An affordable upgrade for iPhone users

The differences between iPhone XR and the latest flagship iPhones are indiscernible

The Apple iPhone XR is the "mid-range" smartphone that looks very much like the iPhone X and its current flagship cousins.

It features a similar all-screen design with the front notch, which houses the TrueDepth Camera that makes Face ID possible. There is no Home button - yes, the Home button is totally gone from all new iPhones.

So what are the differences between the iPhone XR and the latest flagship iPhones? There are several, but they are subtle.


The iPhone XR uses a 6.1-inch LCD touchscreen display, or Liquid Retina display as Apple calls it, instead of the Oled displays found in the flagships. Oled screens are able to display colours more accurately and with better contrast.

The display has a lower pixel density (326 pixels per inch) than its flagship cousins (458 pixels per inch). Comparing the iPhone XR's display with my iPhone X's, I found the differences to be really subtle. Playing the same movie on both phones, the difference in sharpness was hardly noticeable.

The same goes for colour reproduction, but the iPhone XR's display does look slightly brighter with both phones set to the same brightness level.

However, it does not have the flagships' 3D Touch function, which provides quick actions from supported apps without having to start the apps themselves. But the LCD display works superbly, responding to my taps and gestures swiftly without any lag.


  • PRICE: $1,229 (64GB), $1,299 (128G), $1,469 (256GB, version tested)

    PROCESSOR: A12 Bionic six-core chip with embedded neural engine

    SCREEN: 6.1-inch Liquid Retina HD (1,792 x 828 pixels)

    CAMERAS: 12-megapixel rear camera (wide-angle f/1.8), TrueDepth Camera (7-megapixel front-facing camera f/2.2)

    WEIGHT: 194g


  • FEATURES: 3/5

    DESIGN: 4/5




    OVERALL: 4/5


The iPhone XR uses aerospace-grade aluminium for its structural band, instead of the flagship's stainless steel, to complement the front and black glass. Honestly, I can't tell the difference between the two metals. The iPhone XR still feels sturdy and great in the hand.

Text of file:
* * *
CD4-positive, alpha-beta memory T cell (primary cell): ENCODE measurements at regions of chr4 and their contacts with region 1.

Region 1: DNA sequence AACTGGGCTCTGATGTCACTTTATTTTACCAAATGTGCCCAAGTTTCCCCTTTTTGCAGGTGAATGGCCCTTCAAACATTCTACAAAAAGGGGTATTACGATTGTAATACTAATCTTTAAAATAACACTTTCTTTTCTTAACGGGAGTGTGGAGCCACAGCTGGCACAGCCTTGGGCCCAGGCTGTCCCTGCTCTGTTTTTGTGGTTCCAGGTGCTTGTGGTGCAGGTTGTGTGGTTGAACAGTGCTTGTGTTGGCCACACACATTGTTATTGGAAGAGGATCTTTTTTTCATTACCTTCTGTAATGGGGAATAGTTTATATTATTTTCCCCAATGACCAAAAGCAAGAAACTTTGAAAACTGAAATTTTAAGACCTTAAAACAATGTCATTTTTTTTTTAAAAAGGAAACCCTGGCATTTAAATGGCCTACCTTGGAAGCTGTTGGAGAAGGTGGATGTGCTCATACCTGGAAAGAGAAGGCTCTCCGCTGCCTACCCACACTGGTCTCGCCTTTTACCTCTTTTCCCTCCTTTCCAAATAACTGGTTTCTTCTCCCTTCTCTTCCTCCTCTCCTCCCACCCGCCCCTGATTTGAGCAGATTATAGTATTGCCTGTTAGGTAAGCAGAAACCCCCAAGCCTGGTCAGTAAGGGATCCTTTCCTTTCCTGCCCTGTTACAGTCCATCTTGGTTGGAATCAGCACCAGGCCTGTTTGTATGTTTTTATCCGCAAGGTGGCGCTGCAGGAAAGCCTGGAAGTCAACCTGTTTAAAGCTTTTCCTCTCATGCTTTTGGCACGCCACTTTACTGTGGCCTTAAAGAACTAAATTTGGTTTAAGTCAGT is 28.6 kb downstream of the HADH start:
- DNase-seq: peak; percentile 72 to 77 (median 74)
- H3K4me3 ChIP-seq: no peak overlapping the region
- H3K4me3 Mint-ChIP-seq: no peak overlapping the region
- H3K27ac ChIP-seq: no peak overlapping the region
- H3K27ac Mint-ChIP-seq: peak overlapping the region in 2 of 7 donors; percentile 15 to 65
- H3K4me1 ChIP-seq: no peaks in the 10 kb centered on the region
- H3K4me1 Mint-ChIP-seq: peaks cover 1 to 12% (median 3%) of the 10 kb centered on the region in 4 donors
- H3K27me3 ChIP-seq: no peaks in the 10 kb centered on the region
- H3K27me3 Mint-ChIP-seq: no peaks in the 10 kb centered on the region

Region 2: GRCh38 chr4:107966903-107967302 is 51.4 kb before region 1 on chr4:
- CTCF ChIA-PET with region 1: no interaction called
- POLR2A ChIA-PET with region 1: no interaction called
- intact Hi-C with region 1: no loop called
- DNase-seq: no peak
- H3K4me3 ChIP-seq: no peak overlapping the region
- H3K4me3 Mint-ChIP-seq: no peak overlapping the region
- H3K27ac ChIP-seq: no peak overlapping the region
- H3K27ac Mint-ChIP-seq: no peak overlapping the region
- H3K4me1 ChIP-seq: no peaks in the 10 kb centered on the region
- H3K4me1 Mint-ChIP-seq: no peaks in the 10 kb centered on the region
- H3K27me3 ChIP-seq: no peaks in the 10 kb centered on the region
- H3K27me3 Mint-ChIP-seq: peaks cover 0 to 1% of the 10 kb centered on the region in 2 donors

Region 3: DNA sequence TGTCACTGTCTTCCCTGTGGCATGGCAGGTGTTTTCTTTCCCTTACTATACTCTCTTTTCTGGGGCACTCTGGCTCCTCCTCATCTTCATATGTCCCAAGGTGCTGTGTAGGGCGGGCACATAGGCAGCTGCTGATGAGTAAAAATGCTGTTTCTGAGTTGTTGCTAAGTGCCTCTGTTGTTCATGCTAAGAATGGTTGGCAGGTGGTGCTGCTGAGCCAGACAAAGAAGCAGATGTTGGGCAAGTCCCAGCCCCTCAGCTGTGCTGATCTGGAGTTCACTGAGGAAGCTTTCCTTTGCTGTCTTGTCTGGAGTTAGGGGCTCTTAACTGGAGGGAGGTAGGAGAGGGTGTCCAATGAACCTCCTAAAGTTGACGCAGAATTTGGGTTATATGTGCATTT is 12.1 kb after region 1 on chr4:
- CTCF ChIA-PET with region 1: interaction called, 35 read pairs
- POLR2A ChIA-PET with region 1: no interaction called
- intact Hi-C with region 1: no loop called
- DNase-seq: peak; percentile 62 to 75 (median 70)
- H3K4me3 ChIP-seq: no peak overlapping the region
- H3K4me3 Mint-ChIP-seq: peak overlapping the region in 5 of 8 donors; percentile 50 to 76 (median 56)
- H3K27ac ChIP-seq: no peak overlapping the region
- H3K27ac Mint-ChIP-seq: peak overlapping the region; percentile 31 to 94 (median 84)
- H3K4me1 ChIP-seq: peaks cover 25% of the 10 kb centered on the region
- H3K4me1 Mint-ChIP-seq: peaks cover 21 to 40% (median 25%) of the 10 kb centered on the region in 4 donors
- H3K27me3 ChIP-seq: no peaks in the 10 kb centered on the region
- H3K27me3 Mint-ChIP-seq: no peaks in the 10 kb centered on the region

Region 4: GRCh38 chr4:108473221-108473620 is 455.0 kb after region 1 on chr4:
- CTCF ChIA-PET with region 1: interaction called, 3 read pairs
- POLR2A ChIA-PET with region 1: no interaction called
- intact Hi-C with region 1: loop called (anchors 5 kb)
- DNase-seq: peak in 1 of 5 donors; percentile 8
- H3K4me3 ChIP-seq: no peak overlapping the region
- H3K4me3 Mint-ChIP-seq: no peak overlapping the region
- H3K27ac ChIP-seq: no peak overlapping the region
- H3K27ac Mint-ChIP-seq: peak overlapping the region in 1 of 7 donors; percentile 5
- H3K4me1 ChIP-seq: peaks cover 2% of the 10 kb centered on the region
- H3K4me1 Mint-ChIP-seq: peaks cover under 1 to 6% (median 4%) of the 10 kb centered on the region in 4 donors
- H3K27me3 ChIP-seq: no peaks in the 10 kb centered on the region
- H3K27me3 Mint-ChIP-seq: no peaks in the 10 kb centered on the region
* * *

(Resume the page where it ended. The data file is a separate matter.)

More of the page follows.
And if you are looking for colours in your life, the iPhone XR provides six colour options - black (version tested), white, blue, yellow, coral and red.

The bezels are slightly but visibly thicker than those on the flagships. Not a deal-breaker as I think the iPhone XR's size actually hits the sweet spot between the smaller iPhone XS and bigger iPhone XS Max. It allows easy one-hand operation, at least for me.

The iPhone XR has a water-resistance rating of IP67, meaning it can be submerged in water to a depth of 1m for 30 minutes. In contrast, the iPhone XS and iPhone XS Max have a higher IP68 rating - both phones can be submerged to a depth of 2m for 30 minutes.


The iPhone XR does not have an extra rear telephoto camera like the flagships. It has only a single rear 12-megapixel wide-angle camera.

Still, it is the same wide-angle camera found in the iPhone XS with deeper pixels for improved image fidelity and larger pixels for better low-light sensitivity.

Comparing the photos taken with an iPhone XS Max and iPhone XR of a sunny landscape, I saw no difference in terms of image sharpness and details, though I found the iPhone XR tends to slightly overexpose an image. In low light, there is no difference in terms of exposure or image quality between both phones.

Like the flagships, the iPhone XR allows users to adjust depth of field that simulates changing the aperture size after taking a shot. You can adjust the intensity of the background blur, or bokeh effect, to your liking.

However, the iPhone XR loses the Stage Light and Stage Light Mono lighting effects in Portrait mode, which the iPhone XS and iPhone XS Max have. In addition, the Portrait mode works only when it detects people. Thus, I can't use it to shoot flowers like I can with my iPhone X.

But with its TrueDepth Camera, the iPhone XR is able to take nice portrait selfies with all the lighting effects available.


Performance-wise, the iPhone XR is just as quick as the flagships. No surprises since they share the same A12 Bionic processor with an embedded neural engine used for machine learning.

In the GeekBench 4 benchmark tests, the iPhone XR scored 4,827 points in the single-core test and 11,300 points in the multi-core test. This is pretty similar to the iPhone XS' score of 4,788 points (single-core test) and 11,371 points (multi-core test).

Playing games, whether they are survival shooter games like Fortnite and PUBG Mobile, felt smooth. For augmented reality (AR) games, such as The Machines and The Sims FreePlay, the performance is equally fluid.


The iPhone XR has the longest battery life of any iPhone ever, according to Apple.

In our usual battery stress-test, in which we looped a 720p video at full brightness and full volume and with Wi-Fi turned on, the iPhone XR lasted 10 hours and 50 minutes.

In comparison, the iPhone XS lasted nine hours and 30 minutes, while the iPhone XS Max lasted 10 hours and 20 minutes.

Battery mileage depends on usage habits, of course. During my tests, the iPhone XR usually still has about 60 per cent of battery life left at the end of a day that includes the regular monitoring of Facebook and Instagram, constant checking of e-mails, typing and sending messages in WhatsApp and Telegram, as well as the occasional playing of Pokemon Go.

• Verdict: For users of older iPhones seeking an upgrade, the more affordable iPhone XR provides an attractive option.

A version of this article appeared in the print edition of The Straits Times on October 24, 2018, with the headline 'An affordable upgrade for iPhone users'. Print Edition | Subscribe